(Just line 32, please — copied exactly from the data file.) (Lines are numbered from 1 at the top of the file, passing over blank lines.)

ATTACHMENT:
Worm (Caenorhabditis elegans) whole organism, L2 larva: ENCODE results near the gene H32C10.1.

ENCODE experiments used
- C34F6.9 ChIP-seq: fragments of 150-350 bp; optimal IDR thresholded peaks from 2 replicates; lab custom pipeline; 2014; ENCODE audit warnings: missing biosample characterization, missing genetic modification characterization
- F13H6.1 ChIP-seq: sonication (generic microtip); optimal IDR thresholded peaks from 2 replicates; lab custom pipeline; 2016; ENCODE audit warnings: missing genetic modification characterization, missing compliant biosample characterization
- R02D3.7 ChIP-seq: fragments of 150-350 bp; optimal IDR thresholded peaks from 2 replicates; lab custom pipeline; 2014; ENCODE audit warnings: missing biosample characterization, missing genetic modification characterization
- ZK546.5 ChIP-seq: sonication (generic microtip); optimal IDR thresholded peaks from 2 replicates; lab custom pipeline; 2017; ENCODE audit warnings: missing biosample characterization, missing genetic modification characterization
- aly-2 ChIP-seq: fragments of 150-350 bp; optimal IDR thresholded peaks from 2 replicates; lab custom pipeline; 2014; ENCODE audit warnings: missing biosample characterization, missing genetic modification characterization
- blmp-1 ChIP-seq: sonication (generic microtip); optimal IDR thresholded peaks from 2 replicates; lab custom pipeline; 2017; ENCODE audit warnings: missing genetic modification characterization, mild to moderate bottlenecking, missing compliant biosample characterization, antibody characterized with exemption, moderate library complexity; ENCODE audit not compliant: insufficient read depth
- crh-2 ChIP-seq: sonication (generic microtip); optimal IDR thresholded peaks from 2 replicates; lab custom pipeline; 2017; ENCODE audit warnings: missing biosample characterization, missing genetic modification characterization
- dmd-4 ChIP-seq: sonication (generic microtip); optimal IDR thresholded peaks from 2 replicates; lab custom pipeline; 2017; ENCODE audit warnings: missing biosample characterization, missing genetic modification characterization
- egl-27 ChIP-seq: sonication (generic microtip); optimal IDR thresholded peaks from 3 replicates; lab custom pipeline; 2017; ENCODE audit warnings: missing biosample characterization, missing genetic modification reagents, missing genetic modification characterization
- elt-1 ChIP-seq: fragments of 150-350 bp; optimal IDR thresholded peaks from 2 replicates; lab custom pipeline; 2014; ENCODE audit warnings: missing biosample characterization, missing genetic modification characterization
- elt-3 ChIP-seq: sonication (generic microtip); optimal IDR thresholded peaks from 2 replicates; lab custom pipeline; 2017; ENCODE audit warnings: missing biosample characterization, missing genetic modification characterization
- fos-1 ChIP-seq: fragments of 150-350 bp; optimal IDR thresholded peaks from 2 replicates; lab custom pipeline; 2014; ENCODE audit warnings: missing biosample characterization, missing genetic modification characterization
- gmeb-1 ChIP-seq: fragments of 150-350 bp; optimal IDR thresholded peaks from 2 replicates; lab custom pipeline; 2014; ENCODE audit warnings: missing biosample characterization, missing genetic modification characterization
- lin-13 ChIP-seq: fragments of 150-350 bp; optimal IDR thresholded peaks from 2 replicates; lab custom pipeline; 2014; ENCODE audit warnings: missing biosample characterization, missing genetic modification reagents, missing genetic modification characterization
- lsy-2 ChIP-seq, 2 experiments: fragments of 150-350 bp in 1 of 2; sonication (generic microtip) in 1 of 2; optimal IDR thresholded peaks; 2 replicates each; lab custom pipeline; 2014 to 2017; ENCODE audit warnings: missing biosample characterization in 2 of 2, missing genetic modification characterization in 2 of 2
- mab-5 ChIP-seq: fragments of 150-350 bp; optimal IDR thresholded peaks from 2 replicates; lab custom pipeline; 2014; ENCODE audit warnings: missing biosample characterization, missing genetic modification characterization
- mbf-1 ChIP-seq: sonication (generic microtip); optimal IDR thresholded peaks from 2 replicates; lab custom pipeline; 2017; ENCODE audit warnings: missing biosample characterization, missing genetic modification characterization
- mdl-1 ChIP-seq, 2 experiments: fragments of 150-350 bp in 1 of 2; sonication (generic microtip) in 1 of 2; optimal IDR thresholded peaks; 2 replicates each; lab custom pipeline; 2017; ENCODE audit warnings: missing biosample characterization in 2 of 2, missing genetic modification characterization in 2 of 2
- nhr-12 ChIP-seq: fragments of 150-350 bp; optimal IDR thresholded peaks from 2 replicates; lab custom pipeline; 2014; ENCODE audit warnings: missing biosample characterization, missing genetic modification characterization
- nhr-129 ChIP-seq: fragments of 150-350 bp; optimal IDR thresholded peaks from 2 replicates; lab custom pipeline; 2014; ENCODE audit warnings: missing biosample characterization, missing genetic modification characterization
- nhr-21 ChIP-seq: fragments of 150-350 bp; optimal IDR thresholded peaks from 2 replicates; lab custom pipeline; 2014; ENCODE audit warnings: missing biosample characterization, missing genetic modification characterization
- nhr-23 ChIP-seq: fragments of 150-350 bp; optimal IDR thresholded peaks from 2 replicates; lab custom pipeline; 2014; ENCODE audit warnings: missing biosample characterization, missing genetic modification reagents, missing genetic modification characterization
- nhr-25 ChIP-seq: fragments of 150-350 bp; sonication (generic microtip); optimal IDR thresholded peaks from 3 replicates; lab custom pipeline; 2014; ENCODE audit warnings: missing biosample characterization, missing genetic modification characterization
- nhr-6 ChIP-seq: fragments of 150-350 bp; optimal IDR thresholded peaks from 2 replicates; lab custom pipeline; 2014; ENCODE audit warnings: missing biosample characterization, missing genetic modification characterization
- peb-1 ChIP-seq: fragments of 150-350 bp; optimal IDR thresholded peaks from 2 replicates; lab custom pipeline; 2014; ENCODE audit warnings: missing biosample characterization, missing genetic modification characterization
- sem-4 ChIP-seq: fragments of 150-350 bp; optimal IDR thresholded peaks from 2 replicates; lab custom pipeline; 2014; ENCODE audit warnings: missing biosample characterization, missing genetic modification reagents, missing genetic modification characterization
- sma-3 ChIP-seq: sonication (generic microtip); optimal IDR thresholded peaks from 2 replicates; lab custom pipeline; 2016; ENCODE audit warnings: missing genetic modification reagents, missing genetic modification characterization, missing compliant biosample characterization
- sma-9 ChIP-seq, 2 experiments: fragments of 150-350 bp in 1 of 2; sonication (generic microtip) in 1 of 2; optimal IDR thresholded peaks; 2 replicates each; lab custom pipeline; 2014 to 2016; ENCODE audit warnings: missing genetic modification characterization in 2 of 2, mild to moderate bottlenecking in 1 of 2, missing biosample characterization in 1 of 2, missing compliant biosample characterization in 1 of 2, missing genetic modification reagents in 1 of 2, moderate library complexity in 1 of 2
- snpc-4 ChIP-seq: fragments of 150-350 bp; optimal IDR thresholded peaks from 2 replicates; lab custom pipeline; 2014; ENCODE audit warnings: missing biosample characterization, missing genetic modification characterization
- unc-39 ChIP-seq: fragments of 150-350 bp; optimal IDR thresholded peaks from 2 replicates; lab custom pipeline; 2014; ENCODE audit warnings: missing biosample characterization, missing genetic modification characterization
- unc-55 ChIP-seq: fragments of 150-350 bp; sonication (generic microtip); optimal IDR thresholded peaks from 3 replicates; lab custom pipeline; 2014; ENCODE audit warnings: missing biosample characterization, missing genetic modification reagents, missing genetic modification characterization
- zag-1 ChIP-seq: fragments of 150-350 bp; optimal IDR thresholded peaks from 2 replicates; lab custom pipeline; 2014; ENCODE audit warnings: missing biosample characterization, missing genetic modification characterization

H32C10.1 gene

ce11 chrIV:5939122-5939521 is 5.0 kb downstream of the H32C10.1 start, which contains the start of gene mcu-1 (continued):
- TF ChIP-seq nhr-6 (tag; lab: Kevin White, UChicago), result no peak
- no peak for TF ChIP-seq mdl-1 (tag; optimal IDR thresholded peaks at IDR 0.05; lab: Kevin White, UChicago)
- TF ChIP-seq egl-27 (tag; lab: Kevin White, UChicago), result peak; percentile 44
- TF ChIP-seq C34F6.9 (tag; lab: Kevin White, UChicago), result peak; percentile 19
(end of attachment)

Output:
- unc-39 ChIP-seq: fragments of 150-350 bp; optimal IDR thresholded peaks from 2 replicates; lab custom pipeline; 2014; ENCODE audit warnings: missing biosample characterization, missing genetic modification characterization